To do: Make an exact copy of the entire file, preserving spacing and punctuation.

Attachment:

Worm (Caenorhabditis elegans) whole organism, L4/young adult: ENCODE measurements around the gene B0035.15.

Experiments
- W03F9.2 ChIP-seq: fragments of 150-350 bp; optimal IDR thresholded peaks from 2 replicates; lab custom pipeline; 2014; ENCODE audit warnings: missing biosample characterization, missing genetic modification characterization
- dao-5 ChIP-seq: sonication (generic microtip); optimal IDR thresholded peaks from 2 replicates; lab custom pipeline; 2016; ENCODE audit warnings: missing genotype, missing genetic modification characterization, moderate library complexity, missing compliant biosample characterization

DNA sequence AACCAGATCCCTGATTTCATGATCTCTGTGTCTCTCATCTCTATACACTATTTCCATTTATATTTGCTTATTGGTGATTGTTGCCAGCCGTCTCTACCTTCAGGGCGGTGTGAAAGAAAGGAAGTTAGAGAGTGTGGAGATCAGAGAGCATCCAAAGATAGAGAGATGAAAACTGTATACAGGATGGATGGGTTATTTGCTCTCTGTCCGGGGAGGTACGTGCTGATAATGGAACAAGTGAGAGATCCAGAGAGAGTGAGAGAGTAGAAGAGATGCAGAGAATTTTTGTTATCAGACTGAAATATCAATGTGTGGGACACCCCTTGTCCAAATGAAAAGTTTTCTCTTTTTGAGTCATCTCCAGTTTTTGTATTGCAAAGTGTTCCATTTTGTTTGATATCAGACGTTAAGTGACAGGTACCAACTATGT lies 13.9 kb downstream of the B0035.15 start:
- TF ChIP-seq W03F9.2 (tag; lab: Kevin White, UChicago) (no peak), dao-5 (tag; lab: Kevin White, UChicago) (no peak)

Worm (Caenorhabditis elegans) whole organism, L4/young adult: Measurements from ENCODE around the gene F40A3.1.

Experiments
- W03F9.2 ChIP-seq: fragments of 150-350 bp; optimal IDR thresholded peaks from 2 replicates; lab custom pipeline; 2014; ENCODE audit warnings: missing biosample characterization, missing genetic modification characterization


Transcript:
Worm (Caenorhabditis elegans) whole organism, L4/young adult: ENCODE measurements around the gene B0035.15.

Experiments
- W03F9.2 ChIP-seq: fragments of 150-350 bp; optimal IDR thresholded peaks from 2 replicates; lab custom pipeline; 2014; ENCODE audit warnings: missing biosample characterization, missing genetic modification characterization
- dao-5 ChIP-seq: sonication (generic microtip); optimal IDR thresholded peaks from 2 replicates; lab custom pipeline; 2016; ENCODE audit warnings: missing genotype, missing genetic modification characterization, moderate library complexity, missing compliant biosample characterization

DNA sequence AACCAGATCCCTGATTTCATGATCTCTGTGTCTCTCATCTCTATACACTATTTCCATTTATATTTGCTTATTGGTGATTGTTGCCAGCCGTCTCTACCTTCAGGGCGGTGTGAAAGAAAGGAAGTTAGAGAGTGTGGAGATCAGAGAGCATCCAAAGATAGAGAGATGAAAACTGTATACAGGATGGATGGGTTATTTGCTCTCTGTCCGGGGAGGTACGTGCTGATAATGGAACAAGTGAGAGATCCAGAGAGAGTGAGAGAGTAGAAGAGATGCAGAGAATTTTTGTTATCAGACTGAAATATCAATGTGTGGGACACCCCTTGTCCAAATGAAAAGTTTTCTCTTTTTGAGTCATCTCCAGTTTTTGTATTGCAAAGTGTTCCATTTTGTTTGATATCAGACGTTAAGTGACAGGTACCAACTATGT lies 13.9 kb downstream of the B0035.15 start:
- TF ChIP-seq W03F9.2 (tag; lab: Kevin White, UChicago) (no peak), dao-5 (tag; lab: Kevin White, UChicago) (no peak)

Worm (Caenorhabditis elegans) whole organism, L4/young adult: Measurements from ENCODE around the gene F40A3.1.

Experiments
- W03F9.2 ChIP-seq: fragments of 150-350 bp; optimal IDR thresholded peaks from 2 replicates; lab custom pipeline; 2014; ENCODE audit warnings: missing biosample characterization, missing genetic modification characterization